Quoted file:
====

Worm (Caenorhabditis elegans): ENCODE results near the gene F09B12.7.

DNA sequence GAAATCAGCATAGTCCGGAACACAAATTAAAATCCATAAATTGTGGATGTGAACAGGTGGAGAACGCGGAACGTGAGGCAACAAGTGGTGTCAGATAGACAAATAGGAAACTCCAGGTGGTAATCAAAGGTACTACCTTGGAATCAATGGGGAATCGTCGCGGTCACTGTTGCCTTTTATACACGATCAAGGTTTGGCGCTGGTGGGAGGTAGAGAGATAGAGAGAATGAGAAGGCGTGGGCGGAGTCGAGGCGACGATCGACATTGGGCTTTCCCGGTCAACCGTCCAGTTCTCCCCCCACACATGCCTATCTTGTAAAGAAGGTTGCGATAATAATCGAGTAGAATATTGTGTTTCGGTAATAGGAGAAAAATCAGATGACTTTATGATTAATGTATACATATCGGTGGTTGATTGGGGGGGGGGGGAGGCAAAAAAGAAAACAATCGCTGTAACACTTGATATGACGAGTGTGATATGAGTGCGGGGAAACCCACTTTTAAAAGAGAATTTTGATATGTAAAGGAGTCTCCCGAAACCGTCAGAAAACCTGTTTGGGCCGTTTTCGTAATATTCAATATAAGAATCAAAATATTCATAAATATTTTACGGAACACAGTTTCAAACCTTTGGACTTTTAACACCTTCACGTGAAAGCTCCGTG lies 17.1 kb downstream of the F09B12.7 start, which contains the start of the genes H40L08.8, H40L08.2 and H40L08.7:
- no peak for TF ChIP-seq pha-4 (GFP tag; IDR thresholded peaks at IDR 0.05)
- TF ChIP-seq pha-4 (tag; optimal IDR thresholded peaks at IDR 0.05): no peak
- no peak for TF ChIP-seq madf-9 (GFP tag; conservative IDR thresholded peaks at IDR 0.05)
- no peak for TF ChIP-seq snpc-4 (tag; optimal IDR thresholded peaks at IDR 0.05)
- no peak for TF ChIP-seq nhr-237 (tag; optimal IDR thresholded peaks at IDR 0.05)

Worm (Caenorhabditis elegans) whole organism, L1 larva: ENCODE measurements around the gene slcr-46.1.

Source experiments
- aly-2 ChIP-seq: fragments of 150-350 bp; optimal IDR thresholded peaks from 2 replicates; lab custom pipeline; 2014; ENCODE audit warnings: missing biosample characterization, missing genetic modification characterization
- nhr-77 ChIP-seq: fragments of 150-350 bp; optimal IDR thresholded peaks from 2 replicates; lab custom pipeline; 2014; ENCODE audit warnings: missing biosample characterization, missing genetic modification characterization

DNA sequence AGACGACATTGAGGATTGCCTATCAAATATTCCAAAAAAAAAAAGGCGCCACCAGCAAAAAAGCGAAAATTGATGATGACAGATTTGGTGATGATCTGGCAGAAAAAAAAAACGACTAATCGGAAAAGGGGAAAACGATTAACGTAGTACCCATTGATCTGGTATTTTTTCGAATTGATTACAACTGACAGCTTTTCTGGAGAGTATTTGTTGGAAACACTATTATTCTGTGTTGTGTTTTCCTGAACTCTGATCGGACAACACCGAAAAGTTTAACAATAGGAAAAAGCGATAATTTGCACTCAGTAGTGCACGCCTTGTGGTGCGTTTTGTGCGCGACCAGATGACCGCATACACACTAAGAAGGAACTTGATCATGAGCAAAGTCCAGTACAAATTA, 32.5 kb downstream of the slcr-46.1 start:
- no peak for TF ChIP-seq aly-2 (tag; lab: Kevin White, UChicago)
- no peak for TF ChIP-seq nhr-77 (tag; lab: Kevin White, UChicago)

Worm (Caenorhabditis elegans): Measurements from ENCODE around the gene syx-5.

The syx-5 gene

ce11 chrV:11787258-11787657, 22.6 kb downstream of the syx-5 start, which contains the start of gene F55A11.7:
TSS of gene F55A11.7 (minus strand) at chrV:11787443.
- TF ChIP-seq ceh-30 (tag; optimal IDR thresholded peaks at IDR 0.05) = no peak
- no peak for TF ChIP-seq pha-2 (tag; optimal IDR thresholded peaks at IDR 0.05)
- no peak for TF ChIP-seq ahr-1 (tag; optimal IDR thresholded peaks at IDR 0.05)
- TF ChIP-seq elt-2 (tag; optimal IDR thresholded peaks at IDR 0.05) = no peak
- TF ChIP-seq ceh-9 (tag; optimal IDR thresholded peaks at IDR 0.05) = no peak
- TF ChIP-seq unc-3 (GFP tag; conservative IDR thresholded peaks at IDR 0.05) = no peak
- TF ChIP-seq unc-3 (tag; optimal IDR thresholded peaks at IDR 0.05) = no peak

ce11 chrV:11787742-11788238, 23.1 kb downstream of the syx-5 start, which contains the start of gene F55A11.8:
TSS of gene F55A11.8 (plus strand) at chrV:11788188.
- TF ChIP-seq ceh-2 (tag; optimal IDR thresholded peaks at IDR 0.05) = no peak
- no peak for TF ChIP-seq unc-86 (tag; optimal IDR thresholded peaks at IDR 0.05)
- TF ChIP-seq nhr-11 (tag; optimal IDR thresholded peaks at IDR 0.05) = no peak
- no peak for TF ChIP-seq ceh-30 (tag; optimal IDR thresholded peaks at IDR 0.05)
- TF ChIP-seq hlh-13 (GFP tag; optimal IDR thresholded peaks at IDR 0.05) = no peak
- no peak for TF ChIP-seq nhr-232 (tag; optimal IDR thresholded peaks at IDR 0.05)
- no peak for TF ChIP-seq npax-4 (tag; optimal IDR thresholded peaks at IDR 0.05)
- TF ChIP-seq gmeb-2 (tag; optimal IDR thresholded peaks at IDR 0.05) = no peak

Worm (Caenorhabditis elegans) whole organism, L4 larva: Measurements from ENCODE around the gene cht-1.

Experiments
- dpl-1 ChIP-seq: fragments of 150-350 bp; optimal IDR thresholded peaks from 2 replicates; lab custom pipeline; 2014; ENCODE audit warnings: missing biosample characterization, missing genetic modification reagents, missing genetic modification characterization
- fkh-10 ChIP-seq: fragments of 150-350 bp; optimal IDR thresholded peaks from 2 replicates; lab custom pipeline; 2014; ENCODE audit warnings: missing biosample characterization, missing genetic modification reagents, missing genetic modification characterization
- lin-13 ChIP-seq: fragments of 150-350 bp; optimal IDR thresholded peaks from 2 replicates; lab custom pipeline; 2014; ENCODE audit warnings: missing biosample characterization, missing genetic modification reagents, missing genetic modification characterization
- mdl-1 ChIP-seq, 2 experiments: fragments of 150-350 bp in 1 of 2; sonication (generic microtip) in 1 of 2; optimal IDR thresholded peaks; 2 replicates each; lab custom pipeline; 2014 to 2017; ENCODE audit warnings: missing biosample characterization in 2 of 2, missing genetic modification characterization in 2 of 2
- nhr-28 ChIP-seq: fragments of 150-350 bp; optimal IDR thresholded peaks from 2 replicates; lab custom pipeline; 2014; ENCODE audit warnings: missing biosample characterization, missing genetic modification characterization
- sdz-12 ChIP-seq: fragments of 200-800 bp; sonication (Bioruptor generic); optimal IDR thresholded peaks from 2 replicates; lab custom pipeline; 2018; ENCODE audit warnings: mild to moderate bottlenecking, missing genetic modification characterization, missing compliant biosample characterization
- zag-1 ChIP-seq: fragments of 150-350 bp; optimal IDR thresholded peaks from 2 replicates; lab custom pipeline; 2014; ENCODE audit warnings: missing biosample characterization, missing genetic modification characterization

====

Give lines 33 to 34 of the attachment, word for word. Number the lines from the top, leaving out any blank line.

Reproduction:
- no peak for TF ChIP-seq nhr-232 (tag; optimal IDR thresholded peaks at IDR 0.05)
- no peak for TF ChIP-seq npax-4 (tag; optimal IDR thresholded peaks at IDR 0.05)